Hi! As you might have guessed, I love to read. Some of my favorite genres are Southern fiction, speculative, fantasy, and mysteries. Murder at the Courthouse by A.H. Gabhart combines a murder mystery with small town USA. I thought the characters were well-developed and the plot good. I’ll probably read more of her books in the future…

Click to tweet: Murder at the Courthouse by A.H. Gabhart combines a murder mystery with small town USA. #Favorite Friday Fiction #FridayReads


Murder at the Courthouse

After a few years as a police officer in Columbus, Michael Keane has no trouble relaxing into the far less stressful job of deputy sheriff in his small hometown. After all, nothing ever happens in Hidden Springs, Kentucky. Nothing, that is, until a dead body is discovered on the courthouse steps. Everyone in town is a little uneasy. Still, no one is terribly worried–after all the man was a stranger–until one of their own is murdered right on Main Street.

As Michael works to solve the case it seems that every nosy resident in town has a theory. When the sheriff insists Michael check out one of these harebrained theories, his surprising discovery sends him on a bewildering search for a mysterious killer that has him questioning everything he has ever believed about life in Hidden Springs.

Bringing with her a knack for creating settings you want to visit and an uncanny ability to bring characters to life, A. H. Gabhart pens a whodunit that will keep readers guessing.

Favorite Friday Fiction: Quo Vadis by Henryk Sinkiewicz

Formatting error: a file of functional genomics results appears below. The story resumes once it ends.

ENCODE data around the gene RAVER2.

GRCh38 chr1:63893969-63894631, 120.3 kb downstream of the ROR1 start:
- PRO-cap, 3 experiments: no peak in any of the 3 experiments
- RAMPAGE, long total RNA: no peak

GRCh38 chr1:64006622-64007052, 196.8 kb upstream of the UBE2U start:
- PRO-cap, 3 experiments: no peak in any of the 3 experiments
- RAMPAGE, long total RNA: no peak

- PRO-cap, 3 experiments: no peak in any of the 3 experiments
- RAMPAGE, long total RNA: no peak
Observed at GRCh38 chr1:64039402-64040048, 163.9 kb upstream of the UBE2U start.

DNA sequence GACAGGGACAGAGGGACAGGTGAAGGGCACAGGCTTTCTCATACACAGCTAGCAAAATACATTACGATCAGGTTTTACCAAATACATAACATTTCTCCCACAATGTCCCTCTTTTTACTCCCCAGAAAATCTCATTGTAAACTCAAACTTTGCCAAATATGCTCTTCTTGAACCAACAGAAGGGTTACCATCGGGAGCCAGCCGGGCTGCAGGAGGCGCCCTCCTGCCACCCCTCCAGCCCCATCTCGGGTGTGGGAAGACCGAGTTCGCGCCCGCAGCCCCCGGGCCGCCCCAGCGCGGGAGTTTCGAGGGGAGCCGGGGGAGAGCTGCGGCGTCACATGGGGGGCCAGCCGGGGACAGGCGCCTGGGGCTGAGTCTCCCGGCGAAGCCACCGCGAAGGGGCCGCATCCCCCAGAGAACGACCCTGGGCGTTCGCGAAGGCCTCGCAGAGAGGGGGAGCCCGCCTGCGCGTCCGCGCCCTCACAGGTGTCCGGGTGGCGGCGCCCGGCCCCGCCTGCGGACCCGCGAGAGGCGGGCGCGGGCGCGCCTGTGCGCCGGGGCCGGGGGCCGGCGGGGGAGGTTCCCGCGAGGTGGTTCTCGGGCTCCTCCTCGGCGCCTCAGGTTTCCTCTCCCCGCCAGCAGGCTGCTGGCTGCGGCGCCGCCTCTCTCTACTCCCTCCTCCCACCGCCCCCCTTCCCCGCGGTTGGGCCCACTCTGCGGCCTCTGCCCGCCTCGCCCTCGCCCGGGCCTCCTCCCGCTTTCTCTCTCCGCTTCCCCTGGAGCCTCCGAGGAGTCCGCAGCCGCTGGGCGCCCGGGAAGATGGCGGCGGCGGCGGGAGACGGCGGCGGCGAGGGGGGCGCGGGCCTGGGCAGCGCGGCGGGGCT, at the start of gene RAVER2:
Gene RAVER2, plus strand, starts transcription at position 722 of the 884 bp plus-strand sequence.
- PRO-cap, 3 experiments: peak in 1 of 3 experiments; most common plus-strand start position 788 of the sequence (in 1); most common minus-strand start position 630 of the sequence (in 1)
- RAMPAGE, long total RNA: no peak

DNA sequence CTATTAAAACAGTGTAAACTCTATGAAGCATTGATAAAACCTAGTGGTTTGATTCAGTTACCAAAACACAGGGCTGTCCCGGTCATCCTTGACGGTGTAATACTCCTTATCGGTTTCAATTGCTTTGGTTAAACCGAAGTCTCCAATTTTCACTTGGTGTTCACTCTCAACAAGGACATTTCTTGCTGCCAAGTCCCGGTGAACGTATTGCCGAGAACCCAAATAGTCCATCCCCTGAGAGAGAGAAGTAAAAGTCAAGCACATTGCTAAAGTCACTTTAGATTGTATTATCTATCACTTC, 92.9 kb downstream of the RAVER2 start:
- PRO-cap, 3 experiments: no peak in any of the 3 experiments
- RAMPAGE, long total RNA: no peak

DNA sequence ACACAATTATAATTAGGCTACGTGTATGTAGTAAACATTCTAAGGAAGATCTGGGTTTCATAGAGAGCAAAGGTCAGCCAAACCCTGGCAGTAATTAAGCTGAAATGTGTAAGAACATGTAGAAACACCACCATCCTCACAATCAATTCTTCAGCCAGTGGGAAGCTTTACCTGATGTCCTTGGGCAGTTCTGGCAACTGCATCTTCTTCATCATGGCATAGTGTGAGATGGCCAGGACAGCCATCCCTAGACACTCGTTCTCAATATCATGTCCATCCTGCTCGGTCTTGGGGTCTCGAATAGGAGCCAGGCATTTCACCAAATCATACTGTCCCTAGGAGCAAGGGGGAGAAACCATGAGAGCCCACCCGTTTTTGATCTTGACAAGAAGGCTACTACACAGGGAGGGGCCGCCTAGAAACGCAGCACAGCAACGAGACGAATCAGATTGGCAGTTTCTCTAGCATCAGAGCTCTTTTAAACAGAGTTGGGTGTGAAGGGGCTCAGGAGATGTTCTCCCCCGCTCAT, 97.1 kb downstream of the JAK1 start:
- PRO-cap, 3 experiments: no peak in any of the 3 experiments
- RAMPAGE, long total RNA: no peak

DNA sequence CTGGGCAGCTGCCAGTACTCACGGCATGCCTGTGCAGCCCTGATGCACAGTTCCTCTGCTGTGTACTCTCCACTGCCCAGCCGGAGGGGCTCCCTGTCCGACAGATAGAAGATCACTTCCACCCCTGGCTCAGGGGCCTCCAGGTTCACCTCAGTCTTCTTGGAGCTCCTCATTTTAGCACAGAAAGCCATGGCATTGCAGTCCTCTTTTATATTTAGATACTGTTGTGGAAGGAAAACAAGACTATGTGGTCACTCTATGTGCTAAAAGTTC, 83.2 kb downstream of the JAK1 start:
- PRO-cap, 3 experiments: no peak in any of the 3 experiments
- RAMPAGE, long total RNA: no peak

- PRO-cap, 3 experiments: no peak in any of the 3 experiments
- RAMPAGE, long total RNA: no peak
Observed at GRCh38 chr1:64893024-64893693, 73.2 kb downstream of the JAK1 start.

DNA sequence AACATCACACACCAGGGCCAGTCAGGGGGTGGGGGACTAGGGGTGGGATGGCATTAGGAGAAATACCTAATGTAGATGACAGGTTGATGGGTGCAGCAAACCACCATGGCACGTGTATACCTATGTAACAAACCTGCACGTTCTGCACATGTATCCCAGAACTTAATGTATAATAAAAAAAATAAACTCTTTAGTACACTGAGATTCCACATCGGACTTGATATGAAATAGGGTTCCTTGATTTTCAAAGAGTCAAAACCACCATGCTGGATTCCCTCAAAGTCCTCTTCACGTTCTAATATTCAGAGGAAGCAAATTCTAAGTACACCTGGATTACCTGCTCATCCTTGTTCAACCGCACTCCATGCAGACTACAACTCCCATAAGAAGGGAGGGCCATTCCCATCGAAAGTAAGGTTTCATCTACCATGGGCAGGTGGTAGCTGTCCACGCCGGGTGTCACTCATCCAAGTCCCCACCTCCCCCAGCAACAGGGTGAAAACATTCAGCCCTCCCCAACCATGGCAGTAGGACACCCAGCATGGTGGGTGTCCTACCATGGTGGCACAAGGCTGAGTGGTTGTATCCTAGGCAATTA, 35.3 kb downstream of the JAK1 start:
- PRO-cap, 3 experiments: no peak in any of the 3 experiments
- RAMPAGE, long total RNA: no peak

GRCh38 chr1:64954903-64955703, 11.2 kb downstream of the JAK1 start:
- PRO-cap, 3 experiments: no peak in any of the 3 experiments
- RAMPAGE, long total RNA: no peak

Happy New Year! I’m starting off this year on Favorite Friday Fiction with a classic, Quo Vadis.  It’s a historical Biblical fiction of sorts dealing with the persecution of early Christians in Rome.

The book has unsurpassed details of that period of time and won the author a Nobel Prize in literature in 1905. A little long and hard to read at times, the story to me is worth reading.

Click to tweet: A classic read about the early Christians in Rome. #historical #fiction

Quo Vadis

Quo VadisRome during the reign of Nero was a glorious place for the emperor and his court; there were grand feasts, tournaments for poets, and exciting games and circuses filling the days and nights. The pageantry and pretentious displays of excess were sufficient to cloy the senses of participants as well as to offend the sensitive.

Petronius, a generous and noble Roman, a man of the world much in favor at the court of Nero, is intrigued by a strange tale related by his nephew Marcus Vinitius of his encounter with a mysterious young woman called Ligia with whom Vinitius falls madly in love. Ligia, a captured King’s daughter and a one-time hostage of Rome, is now a foster child of a noble Roman household. She is also a Christian.

The setting of the narrative was prepared with utmost care. Henryk Sienkiewicz visited the Roman settings many times and was thoroughly educated in the historical background. As an attempt to create the spirit of antiquity, the novel met with unanimous acclaim, which earned the Nobel Prize in literature for the author in 1905. As a vision of ancient Rome and early Christianity it has not yet been surpassed, almost a century later.

Favorite Friday Fiction: Prayers of a Stranger: A Christmas Story by Davis Bunn

Prayers of a Stranger by Davis Bunn is a really well-written Christmas story. Bunn creates life-like characters like Amanda that you can’t help but like and root for. The highlight for me was Amanda’s trip to Bethlehem…

Click to tweet: Contemporary Christmas novel by internationally-acclaimed author, Davis Bunn. #Christmas #FridayReads